Meet the visionaries, gear gurus, scientists, risk-taking adventure entrepreneurs, and blessed masters of bigthink and hype who created a new world of adventureand are taking it place we never knew it could go.
At Cloudveil they like to say, "Feel my ass." Every year, founders Stephen Sullivan, 37, and Brian Cousins, 30, invite their sales reps to the Jackson Hole, Wyoming, headquarters for a backcountry ski outing in which Sullivan leads a strenuous slog to the top of Teton Pass. Then he pulls down his pants and brags that he's sweat-free all under thanks to Cloudveil's main product: soft-shell Schoeller outerwear, made from stretchable nylon that's more breathable than waterproof shells, and more wind- and water-resistant than fleece. Cloudveil's 1997 Serendipity jacket helped launch what is now a $3 million company with 340 dealers worldwide.
When mogul skier Mike Douglas, 32, began poaching terrain parks at Whistler Blackcomb in 1997, he learned the hard way that landing backward on square-tail skis could induce severe body-whompus. So he went to Salomon armed with his innovative design for a twin-tipped ski. The result: 1999's Salomon Teneighty, which launched the New School movement and made skiing hip again. His latest brainstorm has just arrived: Salomon's new Pocket Rocket, an extra-wide twin tip built for higher speeds, deeper snow, and sicker air.
Surfing pre-1985: Check the weather, drive to the break, pray for waves. Post-1985: Use Sean Collins's pay-per-call Surfline service, which told you if there were waves. In 1995 he added Surfline.com, a $3-million-a-year business employing 20 people in Huntington Beach, California, and 50 freelance surf spotters around the world. Collins, 48, pioneered the use of weather charts, ship reports, and wave-measuring satellites to predict incoming waves to the hour. His newest service: LOLA, a pay-per-drool online forecaster that tries to nail the swells up to ten days in advance.
During hours off from his day job as a bioengineer, Ted Ayliffe, 34, became the creative wizard behind Skye Alpine, a Park City, Utah, startup that courts the growing backcountry market with its exclusive focus on telemark bindings, climbing skins, and avalanche probes. Ayliffe made his mark designing the smooth-performing Targa telemark binding for G3 (Genuine Guide Gear). At Skye, he created the cleaner, smarter, and lighter O2. He's now working on a combination telly/randonnée step-in binding that continues the Skye revolution.
"Get rid of glare and you make things more real," says Steve Rosenberg, 38, a world-champion sailor who left Oakley in 1999 to start Kaenon Polarized sunglasses. His bulletproof, distortion-free sports eyewearwhich, thanks to a proprietary resin-based lens material, features performance-enhancing polarizationaims to bring glare-free sight to all sports and all people, and grow Kaenon beyond this year's projected $2 million in sales. First he's out to conquer the water: Kaenons, with five models priced from $160 to $220, already adorn the crew of the Volvo Ocean Race boat the Illbruck.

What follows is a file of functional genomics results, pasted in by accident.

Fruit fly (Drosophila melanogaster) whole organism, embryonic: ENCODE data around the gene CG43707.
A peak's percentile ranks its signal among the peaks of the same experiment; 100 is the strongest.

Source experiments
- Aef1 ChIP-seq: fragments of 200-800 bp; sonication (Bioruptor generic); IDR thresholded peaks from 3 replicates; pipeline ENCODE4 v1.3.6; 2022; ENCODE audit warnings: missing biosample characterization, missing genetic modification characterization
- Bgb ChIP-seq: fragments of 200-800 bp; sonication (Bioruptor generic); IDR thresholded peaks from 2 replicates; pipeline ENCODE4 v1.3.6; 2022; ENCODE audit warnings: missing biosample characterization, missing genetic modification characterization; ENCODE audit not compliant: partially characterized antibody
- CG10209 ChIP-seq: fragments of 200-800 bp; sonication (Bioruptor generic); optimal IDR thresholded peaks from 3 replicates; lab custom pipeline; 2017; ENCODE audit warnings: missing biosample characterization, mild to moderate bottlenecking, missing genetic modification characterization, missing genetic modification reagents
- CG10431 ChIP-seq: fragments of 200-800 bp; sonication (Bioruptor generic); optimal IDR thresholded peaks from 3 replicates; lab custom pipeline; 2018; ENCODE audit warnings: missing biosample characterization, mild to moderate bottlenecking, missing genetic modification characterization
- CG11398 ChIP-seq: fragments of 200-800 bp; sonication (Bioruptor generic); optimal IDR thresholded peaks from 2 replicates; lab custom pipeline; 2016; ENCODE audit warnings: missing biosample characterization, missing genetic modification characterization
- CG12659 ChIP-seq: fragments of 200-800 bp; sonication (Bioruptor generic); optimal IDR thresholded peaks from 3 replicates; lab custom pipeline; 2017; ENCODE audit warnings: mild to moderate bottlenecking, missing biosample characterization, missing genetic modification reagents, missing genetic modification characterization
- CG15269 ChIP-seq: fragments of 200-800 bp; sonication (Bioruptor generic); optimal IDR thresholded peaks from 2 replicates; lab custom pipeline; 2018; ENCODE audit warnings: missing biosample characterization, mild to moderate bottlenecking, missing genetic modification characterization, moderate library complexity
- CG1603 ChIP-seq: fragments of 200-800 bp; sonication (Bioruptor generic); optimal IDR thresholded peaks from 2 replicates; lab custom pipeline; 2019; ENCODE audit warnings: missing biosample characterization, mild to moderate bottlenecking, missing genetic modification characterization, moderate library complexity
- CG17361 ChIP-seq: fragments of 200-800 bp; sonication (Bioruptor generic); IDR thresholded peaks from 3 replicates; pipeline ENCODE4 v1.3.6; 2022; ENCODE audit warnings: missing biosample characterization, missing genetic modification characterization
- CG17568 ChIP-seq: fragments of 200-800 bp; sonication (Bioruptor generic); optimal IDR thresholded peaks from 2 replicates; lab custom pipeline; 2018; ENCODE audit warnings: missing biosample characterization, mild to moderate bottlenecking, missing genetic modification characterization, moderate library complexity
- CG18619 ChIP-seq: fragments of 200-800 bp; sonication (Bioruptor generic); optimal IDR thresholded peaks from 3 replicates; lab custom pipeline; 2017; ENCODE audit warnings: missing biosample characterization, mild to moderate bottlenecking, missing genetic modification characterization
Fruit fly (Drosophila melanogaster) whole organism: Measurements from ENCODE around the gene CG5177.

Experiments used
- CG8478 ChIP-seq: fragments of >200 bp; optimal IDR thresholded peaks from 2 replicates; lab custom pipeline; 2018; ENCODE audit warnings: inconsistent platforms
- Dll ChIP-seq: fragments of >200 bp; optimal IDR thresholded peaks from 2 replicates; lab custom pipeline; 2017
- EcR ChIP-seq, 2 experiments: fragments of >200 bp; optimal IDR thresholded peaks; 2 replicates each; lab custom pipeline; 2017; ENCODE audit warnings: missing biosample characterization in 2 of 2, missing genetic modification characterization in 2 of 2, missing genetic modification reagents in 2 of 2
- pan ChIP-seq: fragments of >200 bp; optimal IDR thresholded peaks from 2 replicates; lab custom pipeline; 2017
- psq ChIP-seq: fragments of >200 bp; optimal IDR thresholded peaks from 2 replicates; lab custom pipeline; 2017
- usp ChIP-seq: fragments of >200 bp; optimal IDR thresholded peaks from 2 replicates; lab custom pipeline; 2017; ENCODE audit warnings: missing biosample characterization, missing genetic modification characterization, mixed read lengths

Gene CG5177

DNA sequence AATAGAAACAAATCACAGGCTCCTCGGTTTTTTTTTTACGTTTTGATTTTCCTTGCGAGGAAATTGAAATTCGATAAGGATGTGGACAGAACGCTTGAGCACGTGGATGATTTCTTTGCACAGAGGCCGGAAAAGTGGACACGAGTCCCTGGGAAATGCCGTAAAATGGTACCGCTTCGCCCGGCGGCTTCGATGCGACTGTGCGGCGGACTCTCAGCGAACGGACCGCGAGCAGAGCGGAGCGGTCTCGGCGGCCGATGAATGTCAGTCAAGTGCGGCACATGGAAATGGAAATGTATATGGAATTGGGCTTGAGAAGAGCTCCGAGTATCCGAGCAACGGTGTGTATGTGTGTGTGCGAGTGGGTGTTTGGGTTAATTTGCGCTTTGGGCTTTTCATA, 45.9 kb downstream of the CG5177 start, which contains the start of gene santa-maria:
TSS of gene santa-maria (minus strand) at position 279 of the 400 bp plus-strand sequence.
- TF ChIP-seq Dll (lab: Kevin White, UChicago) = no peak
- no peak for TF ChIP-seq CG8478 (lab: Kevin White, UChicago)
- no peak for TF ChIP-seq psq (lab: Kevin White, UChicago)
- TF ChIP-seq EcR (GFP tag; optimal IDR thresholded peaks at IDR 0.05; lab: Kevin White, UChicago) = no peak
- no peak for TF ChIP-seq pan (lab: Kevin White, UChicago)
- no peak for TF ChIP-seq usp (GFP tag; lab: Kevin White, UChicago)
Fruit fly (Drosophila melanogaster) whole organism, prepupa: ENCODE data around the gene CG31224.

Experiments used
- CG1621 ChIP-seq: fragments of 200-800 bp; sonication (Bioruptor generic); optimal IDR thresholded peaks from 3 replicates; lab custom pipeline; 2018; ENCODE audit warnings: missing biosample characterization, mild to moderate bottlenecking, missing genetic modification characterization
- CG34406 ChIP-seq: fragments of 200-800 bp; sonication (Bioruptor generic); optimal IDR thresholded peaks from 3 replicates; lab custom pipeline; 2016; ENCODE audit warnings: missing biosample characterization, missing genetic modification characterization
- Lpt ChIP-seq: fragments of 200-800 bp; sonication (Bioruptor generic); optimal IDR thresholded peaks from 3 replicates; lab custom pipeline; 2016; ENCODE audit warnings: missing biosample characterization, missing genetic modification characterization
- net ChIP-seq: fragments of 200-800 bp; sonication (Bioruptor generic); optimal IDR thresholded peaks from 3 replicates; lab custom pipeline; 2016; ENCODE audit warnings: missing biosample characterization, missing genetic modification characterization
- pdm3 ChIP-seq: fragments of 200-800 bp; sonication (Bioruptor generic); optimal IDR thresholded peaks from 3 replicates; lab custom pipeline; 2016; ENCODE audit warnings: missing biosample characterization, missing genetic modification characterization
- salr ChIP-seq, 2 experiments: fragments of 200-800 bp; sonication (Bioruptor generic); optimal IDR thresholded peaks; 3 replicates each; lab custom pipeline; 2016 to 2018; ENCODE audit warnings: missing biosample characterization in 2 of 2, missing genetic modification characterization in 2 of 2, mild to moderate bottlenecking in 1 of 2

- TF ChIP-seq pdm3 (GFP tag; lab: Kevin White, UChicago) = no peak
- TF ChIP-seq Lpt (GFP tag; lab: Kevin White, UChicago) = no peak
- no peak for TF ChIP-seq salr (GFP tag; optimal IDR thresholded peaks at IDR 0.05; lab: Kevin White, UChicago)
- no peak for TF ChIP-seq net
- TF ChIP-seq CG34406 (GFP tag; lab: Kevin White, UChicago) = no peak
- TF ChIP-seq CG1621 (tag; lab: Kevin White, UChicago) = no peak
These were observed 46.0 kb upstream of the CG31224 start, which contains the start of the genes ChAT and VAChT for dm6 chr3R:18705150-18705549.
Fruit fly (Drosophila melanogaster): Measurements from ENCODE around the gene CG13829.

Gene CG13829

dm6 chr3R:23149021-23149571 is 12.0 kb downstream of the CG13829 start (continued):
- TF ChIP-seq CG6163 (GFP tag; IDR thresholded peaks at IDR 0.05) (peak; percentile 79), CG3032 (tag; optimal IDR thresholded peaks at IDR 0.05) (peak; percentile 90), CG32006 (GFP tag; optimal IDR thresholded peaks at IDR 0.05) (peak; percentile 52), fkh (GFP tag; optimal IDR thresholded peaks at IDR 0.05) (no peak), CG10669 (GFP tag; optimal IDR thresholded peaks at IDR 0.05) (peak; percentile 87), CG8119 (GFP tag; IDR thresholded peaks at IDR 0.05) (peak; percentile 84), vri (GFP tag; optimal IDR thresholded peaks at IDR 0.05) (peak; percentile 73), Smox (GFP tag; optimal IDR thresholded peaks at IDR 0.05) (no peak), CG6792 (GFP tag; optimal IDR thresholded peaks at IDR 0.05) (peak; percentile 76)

*Smartwool, Ibex & Woolrich
Wool is hot againin a good way. Today's Australian merino woolsame as the old merino wool, but more refined, with naturally superior thermal and antistink propertiesoutperforms just about every other fiber. SmartWool, Ibex, and Woolrich were canny enough to bring it to the outdoors. Now a $24 million outfit selling long johns, gloves, and clothing, SmartWool started with socks in 1995 when ski-industry lifers Peter, 55, and Patty Duke, 50, sought an end to cold feet. Ibex, a $3 million Woodstock, Vermont-based company founded by John Fernsell, 52 (an outdoor retailer turned entrepreneur), and Peter Helmetag, 52 (a mountaineer and sheep rancher), is blending wool with Lycra and Cordura to make durable apparel the performance equal of pricey synthetics. And in 2000 Woolricha venerable giant that has been keeping people warm since 1830started its TechnoWool line, which offers superior insulation and moisture wicking for strenuous outdoor fun.
Chris McNamara, 23, started SuperTopo.com in Bishop, California, last year to finance his lifestyle as one of the fastest big-wall climbers on earth. For ten bucks, his Web site sells 300 downloadable pages of up-to-date, detailed information on 200 Yosemite climbing routes. McNamara runs lean and mean$30,000 in annual revenues so farbut look for him to improve that this May with additional climbing hot spots like Utah's Desert Tower, Nevada's Red Rock Canyon, and Lover's Leap in California.